Consciousness of subjective time in the brain
2010 (English)In: Proceedings of the National Academy of Sciences of the United States of America, ISSN 0027-8424, E-ISSN 1091-6490, Vol. 107, no 51, 22356-22359 p.Article in journal (Refereed) Published
"Mental time travel" refers to conscious experience of remembering the personal past and imagining the personal future. Little is known about its neural correlates. Here, using functional magnetic resonance imaging, we explored the hypothesis that mental time travel into "nonpresent" times (past and future) is enabled by a special conscious state (chronesthesia). Well-trained subjects repeatedly imagined taking one and the same short walk in a familiar environment, doing so either in the imagined past, present, or future. In an additional condition, they recollected an instance in which they actually performed the same short walk in the same familiar setting. This design allowed us to measure brain activity correlated with "pure" conscious states of different moments of subjective time. The results showed that the left lateral parietal cortex was differentially activated by nonpresent subjective times compared with the present (past and future > present). A similar pattern was observed in the left frontal cortex, cerebellum, and thalamus. There was no evidence that the hippocampal region is involved in subjective time travel. These findings provide support for theoretical ideas concerning chronesthesia and mental time travel.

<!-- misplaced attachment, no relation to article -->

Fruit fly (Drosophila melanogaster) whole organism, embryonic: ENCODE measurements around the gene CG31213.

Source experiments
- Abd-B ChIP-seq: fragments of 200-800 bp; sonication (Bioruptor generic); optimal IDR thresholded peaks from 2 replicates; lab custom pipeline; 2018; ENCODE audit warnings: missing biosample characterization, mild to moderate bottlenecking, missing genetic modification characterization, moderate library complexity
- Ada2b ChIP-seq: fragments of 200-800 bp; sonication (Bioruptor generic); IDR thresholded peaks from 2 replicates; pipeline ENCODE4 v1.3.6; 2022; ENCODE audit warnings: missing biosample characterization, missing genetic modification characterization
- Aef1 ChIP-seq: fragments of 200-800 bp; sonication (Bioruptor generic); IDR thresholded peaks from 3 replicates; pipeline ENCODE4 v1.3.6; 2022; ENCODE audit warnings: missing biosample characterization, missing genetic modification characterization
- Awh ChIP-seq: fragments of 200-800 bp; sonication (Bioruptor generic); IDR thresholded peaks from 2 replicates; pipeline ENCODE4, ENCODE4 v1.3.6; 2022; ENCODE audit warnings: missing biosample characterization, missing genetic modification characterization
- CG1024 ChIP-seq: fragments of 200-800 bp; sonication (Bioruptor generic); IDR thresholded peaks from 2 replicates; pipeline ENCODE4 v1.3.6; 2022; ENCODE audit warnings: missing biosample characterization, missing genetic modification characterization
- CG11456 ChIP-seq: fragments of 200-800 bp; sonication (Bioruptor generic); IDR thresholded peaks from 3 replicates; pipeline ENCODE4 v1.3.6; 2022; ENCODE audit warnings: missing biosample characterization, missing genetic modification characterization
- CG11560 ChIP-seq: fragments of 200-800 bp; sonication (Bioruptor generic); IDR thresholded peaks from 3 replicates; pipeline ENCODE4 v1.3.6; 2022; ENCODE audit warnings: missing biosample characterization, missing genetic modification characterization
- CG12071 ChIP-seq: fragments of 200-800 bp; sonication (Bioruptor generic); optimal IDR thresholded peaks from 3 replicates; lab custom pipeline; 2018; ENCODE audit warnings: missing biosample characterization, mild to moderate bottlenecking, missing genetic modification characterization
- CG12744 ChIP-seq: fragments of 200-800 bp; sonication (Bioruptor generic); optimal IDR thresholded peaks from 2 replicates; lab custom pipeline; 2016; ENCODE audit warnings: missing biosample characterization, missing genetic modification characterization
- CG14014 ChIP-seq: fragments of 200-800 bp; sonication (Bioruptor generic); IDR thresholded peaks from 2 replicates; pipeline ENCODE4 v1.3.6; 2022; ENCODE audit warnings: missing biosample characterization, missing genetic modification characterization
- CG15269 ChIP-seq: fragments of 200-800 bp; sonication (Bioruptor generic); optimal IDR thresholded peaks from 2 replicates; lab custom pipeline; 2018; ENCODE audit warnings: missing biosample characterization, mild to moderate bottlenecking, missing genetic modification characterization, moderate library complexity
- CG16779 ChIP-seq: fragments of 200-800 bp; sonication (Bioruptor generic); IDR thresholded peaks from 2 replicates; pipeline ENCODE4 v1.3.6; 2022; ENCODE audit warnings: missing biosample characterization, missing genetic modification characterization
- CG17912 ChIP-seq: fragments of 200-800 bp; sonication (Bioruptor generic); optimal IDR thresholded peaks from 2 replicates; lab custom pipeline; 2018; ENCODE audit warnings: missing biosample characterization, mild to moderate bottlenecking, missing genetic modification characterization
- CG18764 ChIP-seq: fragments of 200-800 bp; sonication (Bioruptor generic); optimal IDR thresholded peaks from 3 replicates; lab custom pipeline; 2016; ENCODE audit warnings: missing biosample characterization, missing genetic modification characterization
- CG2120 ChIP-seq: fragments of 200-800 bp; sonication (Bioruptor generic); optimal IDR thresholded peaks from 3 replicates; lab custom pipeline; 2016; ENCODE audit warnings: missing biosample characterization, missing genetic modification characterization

Place, publisher, year, edition, pages
2010. Vol. 107, no 51, 22356-22359 p.
episodic memory, autonoetic consciousness, imagined time, parietal
IdentifiersURN: urn:nbn:se:umu:diva-39239DOI: 10.1073/pnas.1016823108ISI: 000285521800076PubMedID: 21135219OAI: oai:DiVA.org:umu-39239DiVA: diva2:389229